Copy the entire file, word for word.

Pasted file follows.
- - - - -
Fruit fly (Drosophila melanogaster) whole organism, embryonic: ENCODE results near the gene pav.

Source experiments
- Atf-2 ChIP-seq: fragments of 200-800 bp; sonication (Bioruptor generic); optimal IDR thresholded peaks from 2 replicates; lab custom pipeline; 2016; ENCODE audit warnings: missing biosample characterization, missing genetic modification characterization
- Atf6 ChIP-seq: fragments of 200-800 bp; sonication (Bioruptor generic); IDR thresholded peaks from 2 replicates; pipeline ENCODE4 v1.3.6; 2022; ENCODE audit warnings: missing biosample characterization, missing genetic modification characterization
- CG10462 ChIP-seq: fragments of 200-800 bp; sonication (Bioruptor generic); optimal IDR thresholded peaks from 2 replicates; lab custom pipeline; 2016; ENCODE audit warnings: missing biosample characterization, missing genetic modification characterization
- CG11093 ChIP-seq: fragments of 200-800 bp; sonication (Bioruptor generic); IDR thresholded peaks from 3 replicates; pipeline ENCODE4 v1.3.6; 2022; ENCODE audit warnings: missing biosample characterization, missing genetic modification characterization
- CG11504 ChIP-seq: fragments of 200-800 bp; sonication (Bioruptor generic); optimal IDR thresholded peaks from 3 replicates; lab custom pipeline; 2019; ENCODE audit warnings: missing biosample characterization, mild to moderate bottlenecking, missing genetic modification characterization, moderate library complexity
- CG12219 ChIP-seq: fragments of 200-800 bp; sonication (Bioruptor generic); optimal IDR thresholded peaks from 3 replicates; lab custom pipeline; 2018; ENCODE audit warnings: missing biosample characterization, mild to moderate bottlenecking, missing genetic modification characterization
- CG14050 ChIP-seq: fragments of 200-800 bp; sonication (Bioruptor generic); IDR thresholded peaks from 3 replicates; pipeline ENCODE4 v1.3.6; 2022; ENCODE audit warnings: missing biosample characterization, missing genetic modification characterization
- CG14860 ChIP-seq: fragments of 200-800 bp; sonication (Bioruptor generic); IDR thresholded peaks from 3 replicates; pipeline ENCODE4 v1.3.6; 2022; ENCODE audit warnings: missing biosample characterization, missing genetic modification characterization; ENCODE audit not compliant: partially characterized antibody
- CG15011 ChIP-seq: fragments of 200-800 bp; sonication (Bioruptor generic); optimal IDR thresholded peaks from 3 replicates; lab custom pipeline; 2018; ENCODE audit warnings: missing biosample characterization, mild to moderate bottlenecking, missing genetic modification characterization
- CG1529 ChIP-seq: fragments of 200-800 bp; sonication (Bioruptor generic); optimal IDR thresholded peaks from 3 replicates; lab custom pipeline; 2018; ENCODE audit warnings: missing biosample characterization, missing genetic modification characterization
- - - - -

Fruit fly (Drosophila melanogaster) whole organism, embryonic: ENCODE results near the gene pav.

Source experiments
- Atf-2 ChIP-seq: fragments of 200-800 bp; sonication (Bioruptor generic); optimal IDR thresholded peaks from 2 replicates; lab custom pipeline; 2016; ENCODE audit warnings: missing biosample characterization, missing genetic modification characterization
- Atf6 ChIP-seq: fragments of 200-800 bp; sonication (Bioruptor generic); IDR thresholded peaks from 2 replicates; pipeline ENCODE4 v1.3.6; 2022; ENCODE audit warnings: missing biosample characterization, missing genetic modification characterization
- CG10462 ChIP-seq: fragments of 200-800 bp; sonication (Bioruptor generic); optimal IDR thresholded peaks from 2 replicates; lab custom pipeline; 2016; ENCODE audit warnings: missing biosample characterization, missing genetic modification characterization
- CG11093 ChIP-seq: fragments of 200-800 bp; sonication (Bioruptor generic); IDR thresholded peaks from 3 replicates; pipeline ENCODE4 v1.3.6; 2022; ENCODE audit warnings: missing biosample characterization, missing genetic modification characterization
- CG11504 ChIP-seq: fragments of 200-800 bp; sonication (Bioruptor generic); optimal IDR thresholded peaks from 3 replicates; lab custom pipeline; 2019; ENCODE audit warnings: missing biosample characterization, mild to moderate bottlenecking, missing genetic modification characterization, moderate library complexity
- CG12219 ChIP-seq: fragments of 200-800 bp; sonication (Bioruptor generic); optimal IDR thresholded peaks from 3 replicates; lab custom pipeline; 2018; ENCODE audit warnings: missing biosample characterization, mild to moderate bottlenecking, missing genetic modification characterization
- CG14050 ChIP-seq: fragments of 200-800 bp; sonication (Bioruptor generic); IDR thresholded peaks from 3 replicates; pipeline ENCODE4 v1.3.6; 2022; ENCODE audit warnings: missing biosample characterization, missing genetic modification characterization
- CG14860 ChIP-seq: fragments of 200-800 bp; sonication (Bioruptor generic); IDR thresholded peaks from 3 replicates; pipeline ENCODE4 v1.3.6; 2022; ENCODE audit warnings: missing biosample characterization, missing genetic modification characterization; ENCODE audit not compliant: partially characterized antibody
- CG15011 ChIP-seq: fragments of 200-800 bp; sonication (Bioruptor generic); optimal IDR thresholded peaks from 3 replicates; lab custom pipeline; 2018; ENCODE audit warnings: missing biosample characterization, mild to moderate bottlenecking, missing genetic modification characterization
- CG1529 ChIP-seq: fragments of 200-800 bp; sonication (Bioruptor generic); optimal IDR thresholded peaks from 3 replicates; lab custom pipeline; 2018; ENCODE audit warnings: missing biosample characterization, missing genetic modification characterization